F1 22 vs F1 2021 Game Comparison (Is It Worth Getting F1 22?)


The new F1 22 video game has been extensively hyped with the all new handling model to match the real life regulation changes for F1 in 2022. But how does it compare to it’s predecessor, F1 2021? If you’re happy playing the ’21 version, is it even worth getting the new F1 22 version? What differences are there?

I’ve played both extensively now, so in this guide, I’m going to try and give you a detailed overview of the major differences and similarities between F1 22 and F1 2021, so you can see exactly what’s pretty much the same, and also what has changed and disappeared, and what extra you’re getting if you do spend the money on the F1 22 game (it is still quite pricey checking pricing just now).

I’ll try and lay out scenarios where it might be a good idea to get F1 22, and also situations where it might be better to keep playing F1 2021 and save your money for now.

Here a bottom line summary; it might be good to get F1 22 if:

  • You’re a stickler for detail and realism and want all the up to date drivers and track layouts (there are quite a few changes from F1 2021 to F1 22).
  • You don’t mind a more difficult handling model with harder traction, lower downforce and more understeer, and are prepared to put some serious time in getting used to it.
  • You don’t mind dealing with much harder and more aggressive AI.
  • You want to play online a lot (F1 2021 will be pretty much dead online now).
  • The new Miami track plus the altered Spain, Melbourne and Abu Dhabi layouts are great and a good reason to upgrade.
  • You want Crossplay (but early experiences haven’t been good – the beta version is full of bugs and not stable).

It might be best to stick with F1 2021 if:

  • You’re happy with the career mode as it is and don’t really want or need up to date drivers and tracks. The career mode is largely unchanged.
  • You don’t want an increase in difficulty, both of the handling and the AI. You just want a pick up and play experience, or to stick with something you’re familiar with. F1 22 does need some hours putting in to get used to the handling.

The bottom line is that, despite some major flaws on F1 22, for me and most real F1 gaming enthusiasts who have been playing these games from Codemasters since they came out, getting F1 22 is worth it despite the cost. For some more causal F1 gamers, it might not be worth it

Let’s go into more detail about the key differences and similarities between F1 22 and F1 2021, to see if it’s something that’d be worth upgrading to for people still on the fence.

F1 22 vs F1 2021 For Handling (Big Difference)

This one comes first because it’s perhaps the biggest change between the two games. The handling is significantly different on F1 22 versus on F1 ’21, and in general, it’s much more challenging.

Here are some key differences between F1 2021 and F1 22 handling:

  • Traction is much harder on F1 22. It’s much easier to lose the rear end on acceleration (patches have lessened this a bit, but it’s still harder than F1 2021). You’ll need to spend some time getting used to it if you’re used to F1 2021 handling.
  • Overall, the cars on F1 22 are a bit slower, more sluggish and understeery (especially after 1.06/1.07 updates).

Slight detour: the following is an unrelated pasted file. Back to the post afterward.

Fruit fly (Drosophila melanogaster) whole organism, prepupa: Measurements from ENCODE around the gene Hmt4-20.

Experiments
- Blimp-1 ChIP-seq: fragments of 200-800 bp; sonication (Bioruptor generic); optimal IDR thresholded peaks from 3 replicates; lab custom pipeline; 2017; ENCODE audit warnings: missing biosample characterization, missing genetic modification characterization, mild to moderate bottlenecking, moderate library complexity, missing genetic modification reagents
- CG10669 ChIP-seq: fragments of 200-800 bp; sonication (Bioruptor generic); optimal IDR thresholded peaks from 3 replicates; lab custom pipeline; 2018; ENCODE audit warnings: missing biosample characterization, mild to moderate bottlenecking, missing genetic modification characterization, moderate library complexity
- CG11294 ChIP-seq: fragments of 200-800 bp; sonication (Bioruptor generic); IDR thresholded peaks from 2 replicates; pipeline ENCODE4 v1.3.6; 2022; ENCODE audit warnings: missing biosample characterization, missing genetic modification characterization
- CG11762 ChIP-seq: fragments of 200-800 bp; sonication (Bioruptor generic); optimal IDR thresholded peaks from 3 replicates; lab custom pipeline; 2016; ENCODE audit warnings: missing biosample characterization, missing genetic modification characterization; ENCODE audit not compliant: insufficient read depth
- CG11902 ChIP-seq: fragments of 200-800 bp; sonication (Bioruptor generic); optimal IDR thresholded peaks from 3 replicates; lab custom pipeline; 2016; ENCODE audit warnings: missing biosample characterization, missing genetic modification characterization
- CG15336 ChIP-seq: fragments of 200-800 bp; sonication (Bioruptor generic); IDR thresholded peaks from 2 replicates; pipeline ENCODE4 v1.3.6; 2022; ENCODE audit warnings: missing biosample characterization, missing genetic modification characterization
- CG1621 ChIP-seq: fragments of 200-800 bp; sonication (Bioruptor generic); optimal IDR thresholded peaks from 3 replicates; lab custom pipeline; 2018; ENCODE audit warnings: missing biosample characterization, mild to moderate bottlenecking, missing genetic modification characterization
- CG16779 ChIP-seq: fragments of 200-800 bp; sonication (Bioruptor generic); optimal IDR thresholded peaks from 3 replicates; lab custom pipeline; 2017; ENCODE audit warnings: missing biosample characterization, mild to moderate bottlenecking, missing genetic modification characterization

• Cars feel a bit heavier overall.
  • Lap times are a bit slower (but not a lot)

However, despite saying all this, I will add that in terms of the general way to car feels when cornering, I don’t personally feel a massive difference in cornering between F1 22 and F1 2021, having played both a lot. The cars have a little less downforce and cornering speed, and are a bit more sluggish, but cornering to me largely feels the same, and the lap times are also comparable between F1 22 and 2021 (a little bit slower on ’22, but not by a lot).

It’s fair to say that the cars on each game generate roughly similar lap times, but just in different ways, with more focus on aerodynamic performance from the wings on F1 2021, and more on ground effect downforce (under the car) and tyre grip on F1 22. But in terms of cornering and downforce, they’re not a million miles apart to me at least.

However, what has changed is the traction, which is much more difficult to control on F1 22, and you need to be ready to put some serious hours in to learn it if you’re using Medium or No Traction control, or else switch back to Full TC and optimize that instead.

There are also some controller settings changes you can make on F1 22 out the box, to make it easier to control with the new handling. See our guide which covers this for people struggling to get used to F1 22 versus F1 2021.

But overall, F1 22 is not a pick up and play out the box kind of title. You will need to put some serious time into getting used to the new handling. See the official developer diary on handling for more tips on this.

F1 22 Handling Changes Post 1.06/1.07 Patches

F1 22 vs F1 2021 For AI Behavior & Difficulty

This is another really noticeable difference between F1 22 and F1 2021, and in my opinion, not an improvement. The AI on F1 22 are much more aggressive and difficult to beat than on F1 2021, but not in a good way.

First of all, whatever difficulty you were running on F1 2021, be prepared to potentially have to knock it down 10-20 clicks or even more. The general difficulty level and speed of the AI is much harder on F1 22.

This was already the case on game release, but seems to have been made even harder by the 1.06/1.07 patches, which seems to have inadvertently made the AI even faster on straights.

And secondly, the general aggression levels of the AI are also much higher on F1 22. I don’t remember them being like this so much on F1 2021. They’ve been stepped up in aggression on F1 22, but in my opinion, it’s not an improvement. They’re too aggressive and annoying to race against now.

Here’s some irritating things the AI do on F1 22:

  • They have insanely over-powered straight line speed that can be very hard to fight against, even using ERS.
  • They try constant overtakes every single corner, even where it makes no sense, wouldn’t happen in real life and can only cause an accident.